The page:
The average return for target-date funds during the first quarter of 2012 was close to 9%, which is about 3.5% below the S&P 500 Index but more than 8.5% better than the BarCap U.S. Aggregate Bond Index, according to a recent report authored by Tom Idzorek, global chief investment officer of Morningstar Investment Management, and Jeremy Stempien, director of investments for Ibbotson Associates.
For the second consecutive quarter, all target-maturity funds with at least a one-year history ended the period with a positive return. Those funds furthest from retirement had the strongest relative performance, as equities significantly outperformed fixed income, the report authors say.
New assets combined with the strong equity performance led to total assets for target-date funds topping $429 billion, an all-time high.
With equities, the momentum from strong performance during the fourth quarter of 2011 carried forward into the first quarter of 2012, with U.S. equities continuing on their roll. The S&P 500 rose 12.6% during the quarter.
Non-U.S. equities also saw improved performance, despite the continued economic turmoil in Europe, according to the Morningstar/Ibbotson research. A lingering low interest rate environment led to a mild performance for fixed income. The combined effect was strong outperformance of target-maturity funds further from retirement, since those funds tend to allocate much higher levels to equity.
Target-maturity funds enjoyed a nearly 9% return for Q1 thanks to the boost provided by equities. This was the highest return since the third quarter of 2010, when the average target-maturity fund return reached double digits, according to Idzorek and Stempien.
The average target-maturity fund return had a higher return than the average return of the Morningstar Lifetime Moderate Index besting it by 0.3%, which was also the case during the fourth quarter of 2011. Over the past 12 months, though, the index outperformed the average return of target maturity funds by 1.5%.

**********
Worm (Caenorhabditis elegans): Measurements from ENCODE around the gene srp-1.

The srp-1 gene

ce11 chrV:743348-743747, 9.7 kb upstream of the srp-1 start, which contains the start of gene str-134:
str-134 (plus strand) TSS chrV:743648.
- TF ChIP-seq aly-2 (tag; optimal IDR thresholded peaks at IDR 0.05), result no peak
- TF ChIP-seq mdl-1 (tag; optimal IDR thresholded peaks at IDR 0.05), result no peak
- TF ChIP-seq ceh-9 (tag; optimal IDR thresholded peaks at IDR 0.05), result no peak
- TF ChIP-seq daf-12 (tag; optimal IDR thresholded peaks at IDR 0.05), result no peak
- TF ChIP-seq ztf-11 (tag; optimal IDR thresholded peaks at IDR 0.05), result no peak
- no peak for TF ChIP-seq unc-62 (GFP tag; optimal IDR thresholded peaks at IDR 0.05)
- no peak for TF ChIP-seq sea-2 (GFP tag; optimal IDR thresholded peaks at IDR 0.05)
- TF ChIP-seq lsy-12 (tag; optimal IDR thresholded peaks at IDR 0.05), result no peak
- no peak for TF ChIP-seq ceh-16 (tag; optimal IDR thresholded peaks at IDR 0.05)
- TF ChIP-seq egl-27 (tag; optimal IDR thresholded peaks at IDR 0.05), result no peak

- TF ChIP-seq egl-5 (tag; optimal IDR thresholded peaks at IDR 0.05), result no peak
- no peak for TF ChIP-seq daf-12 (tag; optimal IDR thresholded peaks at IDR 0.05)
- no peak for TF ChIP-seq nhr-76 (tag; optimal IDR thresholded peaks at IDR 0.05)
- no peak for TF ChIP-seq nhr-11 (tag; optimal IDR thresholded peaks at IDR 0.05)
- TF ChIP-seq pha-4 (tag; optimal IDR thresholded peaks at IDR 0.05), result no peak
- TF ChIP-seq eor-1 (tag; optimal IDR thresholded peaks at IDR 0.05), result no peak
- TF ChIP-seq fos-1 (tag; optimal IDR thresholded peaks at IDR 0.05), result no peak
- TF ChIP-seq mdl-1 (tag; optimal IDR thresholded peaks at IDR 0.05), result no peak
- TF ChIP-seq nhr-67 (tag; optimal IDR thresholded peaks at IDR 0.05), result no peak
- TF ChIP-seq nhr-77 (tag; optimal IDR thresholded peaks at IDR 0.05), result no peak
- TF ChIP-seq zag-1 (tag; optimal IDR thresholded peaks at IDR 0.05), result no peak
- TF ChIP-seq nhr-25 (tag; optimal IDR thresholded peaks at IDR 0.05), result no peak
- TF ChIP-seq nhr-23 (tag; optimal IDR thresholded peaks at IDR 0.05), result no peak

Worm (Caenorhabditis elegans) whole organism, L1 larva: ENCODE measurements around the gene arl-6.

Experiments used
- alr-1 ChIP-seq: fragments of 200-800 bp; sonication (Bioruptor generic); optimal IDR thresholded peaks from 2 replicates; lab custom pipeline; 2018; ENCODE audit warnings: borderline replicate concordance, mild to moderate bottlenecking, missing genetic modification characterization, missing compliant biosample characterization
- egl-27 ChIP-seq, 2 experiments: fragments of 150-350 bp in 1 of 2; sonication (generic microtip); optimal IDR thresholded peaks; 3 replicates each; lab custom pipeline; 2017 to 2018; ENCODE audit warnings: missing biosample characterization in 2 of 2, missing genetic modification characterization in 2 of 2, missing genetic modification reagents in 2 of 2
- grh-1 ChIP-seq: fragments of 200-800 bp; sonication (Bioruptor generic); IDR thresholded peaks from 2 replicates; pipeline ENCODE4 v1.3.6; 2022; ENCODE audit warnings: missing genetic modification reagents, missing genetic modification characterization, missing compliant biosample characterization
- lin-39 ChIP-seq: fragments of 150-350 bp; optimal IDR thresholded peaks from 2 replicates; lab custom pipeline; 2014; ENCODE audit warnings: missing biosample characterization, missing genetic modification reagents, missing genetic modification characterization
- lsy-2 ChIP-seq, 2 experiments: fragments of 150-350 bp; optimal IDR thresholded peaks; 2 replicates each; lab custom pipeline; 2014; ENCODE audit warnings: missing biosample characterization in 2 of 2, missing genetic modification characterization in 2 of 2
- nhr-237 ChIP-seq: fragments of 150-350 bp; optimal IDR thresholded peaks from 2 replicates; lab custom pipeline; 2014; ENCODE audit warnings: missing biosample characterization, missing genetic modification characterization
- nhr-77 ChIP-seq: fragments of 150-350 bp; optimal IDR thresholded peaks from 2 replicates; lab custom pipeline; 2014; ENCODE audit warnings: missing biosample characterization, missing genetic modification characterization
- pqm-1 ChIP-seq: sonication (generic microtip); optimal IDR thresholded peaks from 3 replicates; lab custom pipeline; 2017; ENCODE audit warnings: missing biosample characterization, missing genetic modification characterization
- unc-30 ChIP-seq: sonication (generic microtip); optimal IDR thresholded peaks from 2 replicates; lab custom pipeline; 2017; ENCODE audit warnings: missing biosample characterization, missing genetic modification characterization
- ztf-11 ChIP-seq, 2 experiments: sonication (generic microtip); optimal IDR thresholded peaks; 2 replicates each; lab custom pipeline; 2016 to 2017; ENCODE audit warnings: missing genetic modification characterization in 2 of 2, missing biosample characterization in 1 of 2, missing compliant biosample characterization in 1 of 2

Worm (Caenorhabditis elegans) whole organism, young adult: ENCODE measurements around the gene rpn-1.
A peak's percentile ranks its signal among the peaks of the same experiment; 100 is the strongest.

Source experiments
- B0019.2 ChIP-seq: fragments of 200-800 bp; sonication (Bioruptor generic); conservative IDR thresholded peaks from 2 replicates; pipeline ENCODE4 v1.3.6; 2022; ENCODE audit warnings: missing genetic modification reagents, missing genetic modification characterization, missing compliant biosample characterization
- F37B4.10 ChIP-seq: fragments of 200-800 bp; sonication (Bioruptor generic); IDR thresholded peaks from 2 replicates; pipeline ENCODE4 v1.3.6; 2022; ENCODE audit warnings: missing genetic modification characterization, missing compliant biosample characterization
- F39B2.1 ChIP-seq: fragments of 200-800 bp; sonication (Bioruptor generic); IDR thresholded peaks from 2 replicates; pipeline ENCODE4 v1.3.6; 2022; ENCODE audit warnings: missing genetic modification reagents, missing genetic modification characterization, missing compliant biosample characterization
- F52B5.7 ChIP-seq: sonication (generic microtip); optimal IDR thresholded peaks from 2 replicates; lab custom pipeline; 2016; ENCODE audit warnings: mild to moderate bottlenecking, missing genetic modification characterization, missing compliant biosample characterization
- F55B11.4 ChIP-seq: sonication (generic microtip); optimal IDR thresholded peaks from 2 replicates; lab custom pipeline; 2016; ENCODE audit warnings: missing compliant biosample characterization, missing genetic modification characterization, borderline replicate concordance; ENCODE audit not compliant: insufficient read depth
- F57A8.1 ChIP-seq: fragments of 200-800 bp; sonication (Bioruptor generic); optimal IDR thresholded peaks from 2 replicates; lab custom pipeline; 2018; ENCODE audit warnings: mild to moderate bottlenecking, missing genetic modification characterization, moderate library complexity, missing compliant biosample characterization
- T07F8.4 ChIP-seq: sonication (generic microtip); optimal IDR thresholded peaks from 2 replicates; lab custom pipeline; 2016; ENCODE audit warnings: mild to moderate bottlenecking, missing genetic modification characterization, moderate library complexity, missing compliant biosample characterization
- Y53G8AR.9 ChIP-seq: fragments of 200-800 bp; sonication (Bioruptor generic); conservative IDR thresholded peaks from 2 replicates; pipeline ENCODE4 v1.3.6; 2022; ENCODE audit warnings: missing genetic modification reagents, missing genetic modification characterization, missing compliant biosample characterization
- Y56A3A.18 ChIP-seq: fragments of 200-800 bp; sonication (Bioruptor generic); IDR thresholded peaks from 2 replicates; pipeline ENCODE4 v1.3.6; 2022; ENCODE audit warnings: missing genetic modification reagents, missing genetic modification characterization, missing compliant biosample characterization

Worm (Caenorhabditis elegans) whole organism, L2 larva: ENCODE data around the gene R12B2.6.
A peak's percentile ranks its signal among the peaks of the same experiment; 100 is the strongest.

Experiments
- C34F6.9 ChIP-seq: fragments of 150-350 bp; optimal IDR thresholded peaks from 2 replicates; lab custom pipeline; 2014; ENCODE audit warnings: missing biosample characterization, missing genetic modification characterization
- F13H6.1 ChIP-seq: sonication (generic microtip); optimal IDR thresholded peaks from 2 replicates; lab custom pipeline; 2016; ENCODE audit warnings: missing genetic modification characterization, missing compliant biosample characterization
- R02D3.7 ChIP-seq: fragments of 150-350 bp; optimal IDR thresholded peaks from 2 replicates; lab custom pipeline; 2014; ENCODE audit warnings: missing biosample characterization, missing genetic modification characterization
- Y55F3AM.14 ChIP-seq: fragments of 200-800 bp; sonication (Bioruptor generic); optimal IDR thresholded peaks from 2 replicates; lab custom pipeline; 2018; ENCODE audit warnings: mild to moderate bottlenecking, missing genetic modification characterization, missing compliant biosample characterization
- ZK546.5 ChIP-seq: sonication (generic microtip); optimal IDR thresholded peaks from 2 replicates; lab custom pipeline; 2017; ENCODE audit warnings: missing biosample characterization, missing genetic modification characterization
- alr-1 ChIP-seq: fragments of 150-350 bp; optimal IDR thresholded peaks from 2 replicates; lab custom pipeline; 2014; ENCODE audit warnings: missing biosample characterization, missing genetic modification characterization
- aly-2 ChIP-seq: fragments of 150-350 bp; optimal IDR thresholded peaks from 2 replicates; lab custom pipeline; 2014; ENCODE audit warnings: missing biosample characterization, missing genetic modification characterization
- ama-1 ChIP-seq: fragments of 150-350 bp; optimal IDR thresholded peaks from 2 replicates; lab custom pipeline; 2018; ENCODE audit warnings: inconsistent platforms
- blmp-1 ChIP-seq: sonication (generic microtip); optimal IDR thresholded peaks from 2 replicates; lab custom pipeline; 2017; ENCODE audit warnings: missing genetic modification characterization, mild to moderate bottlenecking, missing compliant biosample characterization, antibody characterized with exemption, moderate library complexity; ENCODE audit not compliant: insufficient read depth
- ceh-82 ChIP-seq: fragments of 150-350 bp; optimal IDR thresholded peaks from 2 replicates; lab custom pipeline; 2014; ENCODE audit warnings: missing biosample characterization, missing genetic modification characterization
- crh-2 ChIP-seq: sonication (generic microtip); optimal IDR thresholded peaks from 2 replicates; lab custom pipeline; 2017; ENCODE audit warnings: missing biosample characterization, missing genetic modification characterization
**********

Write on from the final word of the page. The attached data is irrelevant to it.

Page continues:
Fund Family Performance
The performance of nearly 390 target-date funds in about 50 fund families is being tracked by Morningstar and Ibbotson, and recent research found that the overall returns for funds in similar vintages had a very tight range resulting in a clustered set of fund family lines during this period.
Over the 12-month period, there was much less of a pattern among fund-family lines compared to the quarterly graph, and a few families separated themselves from the pack due to their individual-fund strategies.
In Invesco’s Balanced Risk series, for instance, all funds outperformed all other target maturity funds during this period. “This outperformance was driven by Invesco’s use of a risk-parity strategy in the underlying funds, which has led to portfolio exposure in excess of 100% (with leverage) to sovereign bonds, among other factors,” the report concluded.
As was seen during the previous quarter, in the first quarter the best performers were those funds furthest from retirement, with returns exceeding 13%. For the quarter, the index outperformed 59% of target maturity funds across the 13 Morningstar categories, with 41% of funds outperforming the index.
“The categories with the largest percentage of target maturity fund outperformers were those furthest from retirement,” wrote the authors. For example, in the 2055 and 2050 categories, 56% and 60% of the funds outperformed the index, respectively.
For the third time over the past four quarters, funds investing in growth outperformed those investing in value, which rewarded those target maturity funds with a growth tilt during the quarter. After significant underperformance in the previous quarter, non-U.S. developed equity bounced back to end the quarter much more in line with domestic equities, yet still toward the bottom of the group.
“In addition to their diversification benefit,” noted the Morningstar and Ibbotson researchers, “REITs provided a solid boost to return during the quarter as well. Commodities on the other hand provided little in terms of returns with less than a 1% total return during the period.”
Target-date funds saw the third-highest quarterly flow since the first target-maturity fund was launched in 1994. “The ‘big 3’ (Fidelity, Vanguard and T. Rowe Price) continued to take in the bulk of these flows with approximately 61% of the nearly $16 billion in flows pouring into their respective fund families,” the report authors say. This is down somewhat from 72% in the previous quarter.
Other firms that experienced positive flows include JP Morgan, TIAA-Cref, and Principal. Some of the seven fund families that had net outflows were funds managed by AllianceBernstein, Russell and Goldman Sachs.
Regarding total net assets, target maturity funds are now at all-time levels with the asset base exceeding $429 billion; this is a 14% increase from the fourth quarter of 2011.
Some players that continue to gain leverage in the industry are West’s Maxim series, Invesco and JP Morgan, which had AUM growth rates of 36%, 30%, and 28%, respectively during the quarter.